Marketing Yourself to Achieve Your Goals, with Eddie Lucio III, Founder of Ganas Clothing

“I’m a big martial arts fan, and I would go to fights and see a lot of Latinos wearing clothing that wasn’t designed specifically for them. That was the inspiration for Ganas Clothing.”


Professor Herb Miller invited Eddie Lucio III to McCombs this week to talk to his Foundations of Marketing class, and students were treated to a slice of Texas politics, the realities of launching a new clothing line, and some straight talk on getting ahead in life. They should have been taking careful notes, as Lucio was on a roll.

Eddie Lucio III is a member of the Texas House of Representatives (38th District) and a business school graduate from the McCombs School (’01). He also received his law degree at UT Austin (’05). Eddie’s father, Eddie Lucio Jr. is a member of the Texas Senate.

Miller opened the session by noting that the topic of the class was promotion, and how to market yourself to be successful. “You learn to get to know people and engage with people to be successful,” he said. “Promoting, marketing and networking for the common good with people who can help you. Building a relationship, networking not to get anything, but to give. And the more you give the more you get.”

Lucio began by recounting his early years growing up with politics.

“I grew up with politics in my family and I hated it,” he said. “Dad was away a lot, and Mom had to raise the kids. It was tough. But while I was at UT law school there was an issue regarding tuition deregulation. I got involved in that, got a taste for advocacy and got it in my system.”

Lucio told the students he often drew on the lessons of marketing as he launched his political career. A major barrier he faced was his relatively young age and the fact his father was in the Senate. “I had to establish myself as my own person,” he said. “I met with advisors and created a marketing campaign that emphasized the positive aspects of my age and my experience in politics. I had never tried a case, owned a business or run for office. But I talked about being an outsider and representing the perspective of my generation. I had to present myself as someone who had the answers. Young, responsible leadership.”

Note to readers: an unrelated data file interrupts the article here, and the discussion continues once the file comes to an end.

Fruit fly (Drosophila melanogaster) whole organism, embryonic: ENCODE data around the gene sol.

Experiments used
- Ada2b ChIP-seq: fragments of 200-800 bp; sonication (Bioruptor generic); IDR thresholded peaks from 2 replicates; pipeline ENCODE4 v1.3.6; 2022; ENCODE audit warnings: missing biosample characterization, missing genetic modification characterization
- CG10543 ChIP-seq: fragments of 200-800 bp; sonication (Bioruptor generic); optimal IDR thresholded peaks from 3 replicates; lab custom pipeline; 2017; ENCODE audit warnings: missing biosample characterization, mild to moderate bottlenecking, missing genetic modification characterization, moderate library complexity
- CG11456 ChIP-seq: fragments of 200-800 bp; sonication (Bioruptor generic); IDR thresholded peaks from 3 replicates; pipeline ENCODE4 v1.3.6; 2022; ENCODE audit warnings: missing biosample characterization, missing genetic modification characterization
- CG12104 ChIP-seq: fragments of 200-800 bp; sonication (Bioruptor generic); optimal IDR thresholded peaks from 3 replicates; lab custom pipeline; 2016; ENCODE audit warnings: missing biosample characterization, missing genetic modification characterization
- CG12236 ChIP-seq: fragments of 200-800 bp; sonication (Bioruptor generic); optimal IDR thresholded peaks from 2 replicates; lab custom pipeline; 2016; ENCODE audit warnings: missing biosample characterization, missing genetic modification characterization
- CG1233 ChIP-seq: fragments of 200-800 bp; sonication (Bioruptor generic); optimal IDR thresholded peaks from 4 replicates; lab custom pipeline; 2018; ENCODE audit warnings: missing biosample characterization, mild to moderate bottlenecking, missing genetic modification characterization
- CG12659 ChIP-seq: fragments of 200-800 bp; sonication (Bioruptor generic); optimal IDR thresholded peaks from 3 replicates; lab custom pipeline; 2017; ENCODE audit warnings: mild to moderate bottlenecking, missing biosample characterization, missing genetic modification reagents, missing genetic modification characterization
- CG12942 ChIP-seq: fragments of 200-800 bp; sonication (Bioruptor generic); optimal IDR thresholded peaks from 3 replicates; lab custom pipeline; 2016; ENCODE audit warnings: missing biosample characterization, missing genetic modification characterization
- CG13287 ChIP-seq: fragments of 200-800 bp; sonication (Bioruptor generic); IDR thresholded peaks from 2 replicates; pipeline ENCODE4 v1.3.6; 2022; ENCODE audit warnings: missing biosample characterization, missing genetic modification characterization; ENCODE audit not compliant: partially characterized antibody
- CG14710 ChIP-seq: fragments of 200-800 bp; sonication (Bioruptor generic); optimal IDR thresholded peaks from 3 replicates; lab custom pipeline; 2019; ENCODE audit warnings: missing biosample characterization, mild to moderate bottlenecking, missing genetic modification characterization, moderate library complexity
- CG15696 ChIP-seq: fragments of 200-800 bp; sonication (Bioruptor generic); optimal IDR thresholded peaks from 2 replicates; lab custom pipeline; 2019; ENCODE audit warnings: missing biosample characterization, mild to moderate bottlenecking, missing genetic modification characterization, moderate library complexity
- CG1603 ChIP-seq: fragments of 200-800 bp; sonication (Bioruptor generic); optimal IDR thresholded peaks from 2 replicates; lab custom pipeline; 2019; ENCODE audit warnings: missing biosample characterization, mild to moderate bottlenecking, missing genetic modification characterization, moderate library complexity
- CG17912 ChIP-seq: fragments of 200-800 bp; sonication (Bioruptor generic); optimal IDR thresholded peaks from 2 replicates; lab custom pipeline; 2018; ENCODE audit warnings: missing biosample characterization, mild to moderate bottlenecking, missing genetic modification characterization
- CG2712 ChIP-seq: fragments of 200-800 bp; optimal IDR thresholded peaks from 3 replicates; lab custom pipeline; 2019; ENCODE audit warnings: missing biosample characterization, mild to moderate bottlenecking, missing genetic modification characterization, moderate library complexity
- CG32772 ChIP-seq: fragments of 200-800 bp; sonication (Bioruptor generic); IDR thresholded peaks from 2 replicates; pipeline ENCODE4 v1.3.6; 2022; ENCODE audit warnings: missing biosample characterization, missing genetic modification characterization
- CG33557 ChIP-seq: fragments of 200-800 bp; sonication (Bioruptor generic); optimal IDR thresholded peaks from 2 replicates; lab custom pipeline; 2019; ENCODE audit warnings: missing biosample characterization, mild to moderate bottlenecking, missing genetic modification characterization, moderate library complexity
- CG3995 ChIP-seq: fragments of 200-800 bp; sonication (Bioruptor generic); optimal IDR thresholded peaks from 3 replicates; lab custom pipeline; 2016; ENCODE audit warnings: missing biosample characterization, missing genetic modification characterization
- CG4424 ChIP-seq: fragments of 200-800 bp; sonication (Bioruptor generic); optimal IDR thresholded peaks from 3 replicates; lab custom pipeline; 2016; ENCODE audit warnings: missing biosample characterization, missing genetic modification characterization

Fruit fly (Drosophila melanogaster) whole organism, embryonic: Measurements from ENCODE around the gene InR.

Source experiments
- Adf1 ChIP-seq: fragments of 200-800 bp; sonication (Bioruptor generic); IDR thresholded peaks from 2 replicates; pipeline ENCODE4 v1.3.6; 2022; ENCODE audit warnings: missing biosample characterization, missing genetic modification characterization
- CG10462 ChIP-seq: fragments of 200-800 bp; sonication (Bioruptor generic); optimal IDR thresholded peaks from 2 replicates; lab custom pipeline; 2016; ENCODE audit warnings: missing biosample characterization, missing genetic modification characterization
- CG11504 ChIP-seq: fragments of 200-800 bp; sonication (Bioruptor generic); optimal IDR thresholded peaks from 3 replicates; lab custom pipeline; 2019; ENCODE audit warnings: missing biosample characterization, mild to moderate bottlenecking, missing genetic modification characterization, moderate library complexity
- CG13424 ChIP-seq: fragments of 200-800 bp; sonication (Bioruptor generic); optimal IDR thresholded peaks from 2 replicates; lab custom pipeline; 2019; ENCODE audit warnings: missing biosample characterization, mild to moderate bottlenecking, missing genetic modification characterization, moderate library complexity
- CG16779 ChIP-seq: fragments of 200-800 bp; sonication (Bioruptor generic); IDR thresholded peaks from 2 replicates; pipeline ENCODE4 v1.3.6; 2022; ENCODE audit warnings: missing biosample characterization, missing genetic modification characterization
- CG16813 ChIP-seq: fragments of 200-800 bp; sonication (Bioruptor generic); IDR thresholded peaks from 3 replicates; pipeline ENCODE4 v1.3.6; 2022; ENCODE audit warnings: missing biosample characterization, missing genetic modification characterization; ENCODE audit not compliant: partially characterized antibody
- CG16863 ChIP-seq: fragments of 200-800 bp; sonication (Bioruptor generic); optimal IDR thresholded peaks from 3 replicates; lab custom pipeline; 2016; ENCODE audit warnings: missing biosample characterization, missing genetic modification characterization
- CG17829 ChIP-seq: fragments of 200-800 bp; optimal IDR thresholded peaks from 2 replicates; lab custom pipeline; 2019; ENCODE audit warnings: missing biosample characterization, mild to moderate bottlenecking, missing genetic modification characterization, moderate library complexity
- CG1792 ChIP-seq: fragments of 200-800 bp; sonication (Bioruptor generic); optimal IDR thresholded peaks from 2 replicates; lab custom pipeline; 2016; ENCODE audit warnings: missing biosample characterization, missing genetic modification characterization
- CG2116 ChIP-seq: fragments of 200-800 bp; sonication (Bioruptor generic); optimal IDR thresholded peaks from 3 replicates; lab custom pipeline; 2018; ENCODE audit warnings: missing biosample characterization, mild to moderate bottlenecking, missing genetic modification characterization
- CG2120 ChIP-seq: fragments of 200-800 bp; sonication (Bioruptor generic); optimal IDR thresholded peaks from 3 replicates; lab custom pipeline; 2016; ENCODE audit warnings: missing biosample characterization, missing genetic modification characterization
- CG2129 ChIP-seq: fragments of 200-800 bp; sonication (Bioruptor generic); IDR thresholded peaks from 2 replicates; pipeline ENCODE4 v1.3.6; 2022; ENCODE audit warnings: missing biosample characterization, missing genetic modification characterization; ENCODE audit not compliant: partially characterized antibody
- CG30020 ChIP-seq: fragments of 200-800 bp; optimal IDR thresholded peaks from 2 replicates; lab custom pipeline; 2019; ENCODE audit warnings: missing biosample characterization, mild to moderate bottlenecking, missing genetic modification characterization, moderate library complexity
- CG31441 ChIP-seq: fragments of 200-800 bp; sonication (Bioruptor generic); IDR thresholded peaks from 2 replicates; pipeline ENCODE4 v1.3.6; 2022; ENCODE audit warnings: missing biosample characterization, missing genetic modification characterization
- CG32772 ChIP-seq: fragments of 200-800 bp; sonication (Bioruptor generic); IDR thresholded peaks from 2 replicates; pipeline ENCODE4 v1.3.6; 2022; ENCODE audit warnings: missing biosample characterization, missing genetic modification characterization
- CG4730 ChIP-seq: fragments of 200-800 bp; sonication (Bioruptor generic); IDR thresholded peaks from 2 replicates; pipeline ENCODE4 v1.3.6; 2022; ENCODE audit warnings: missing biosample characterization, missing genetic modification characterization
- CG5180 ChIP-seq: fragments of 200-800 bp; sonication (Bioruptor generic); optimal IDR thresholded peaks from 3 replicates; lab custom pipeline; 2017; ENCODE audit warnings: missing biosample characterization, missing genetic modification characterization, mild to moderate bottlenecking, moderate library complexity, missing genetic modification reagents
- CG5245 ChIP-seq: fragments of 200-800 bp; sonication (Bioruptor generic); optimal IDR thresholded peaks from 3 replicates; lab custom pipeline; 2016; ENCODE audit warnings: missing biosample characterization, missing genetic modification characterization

In answer to a question Lucio stressed that he had never sacrificed his personal integrity in order to survive in politics, whether on a bill or on the campaign trail. He explained that 95% of the issues politicians face are not black and white, and he has had to vote against some bills that were basically good but contained provisions that he could not support.

Turning to the business world, Lucio discussed his involvement in an entrepreneurial venture he just launched.

image_8649256“I’m a big martial arts fan” he explained, “And I would go to fights and see a lot of Latinos wearing clothing that wasn’t designed specifically for them. It stuck in the back of my mind. So I got together with some artists and developed a fashion line for Latinos who enjoy martial arts. That was the inspiration for Ganas Clothing. The word means desire, will, passion and heart. It is about having courage.

“With Ganas I learned not to take things casually. I had to put together a strategic plan that will resonate with buyers. I had to learn about the textile market. There is so much detail to learn, even about something as simple as t-shirts…where it comes from, what region of the world, the size and fit and style. There are opportunities to set yourself apart.”

Lucio said that while the brand was originally targeted exclusively for the mixed martial arts crowd, he soon realized there was a larger market out there. “We’re a young company,” he stated, “but we learned quickly that our competitors all started small, and developed a following before they ever got into stores. A friend of mine in the business told me, ‘Eddie, don’t grow too quickly.'”

matador2_design_highresIt was clear from his presentation that Lucio has a passion for this new venture. “We are using iconic images from Hispanic culture, with young artists,” he said. “It has been fun to get into, and we’ve been successful whenever we go to an event. We went to a biker show on South Padre Island recently, and I thought ‘I’ve gone from debating deep issues of politics to selling t-shirts at a biker show.’

“There is no shame in my game,” he said with a laugh. Turning serious he encouraged students, “If you prepare properly, manage your finances and work hard you can accomplish nearly anything.”

Lucio’s final comments focused on developing personal relationships based on trust and respect.

“I started off in the mail room in a law firm. I was treated horribly and I loved it, because that was real life,” he said. “When I became an attorney I treated the support staff awesomely, and I could get anything done because they would support me. Remember that the person who greets you at the front desk may have more influence over your success than the person in the corner office.”


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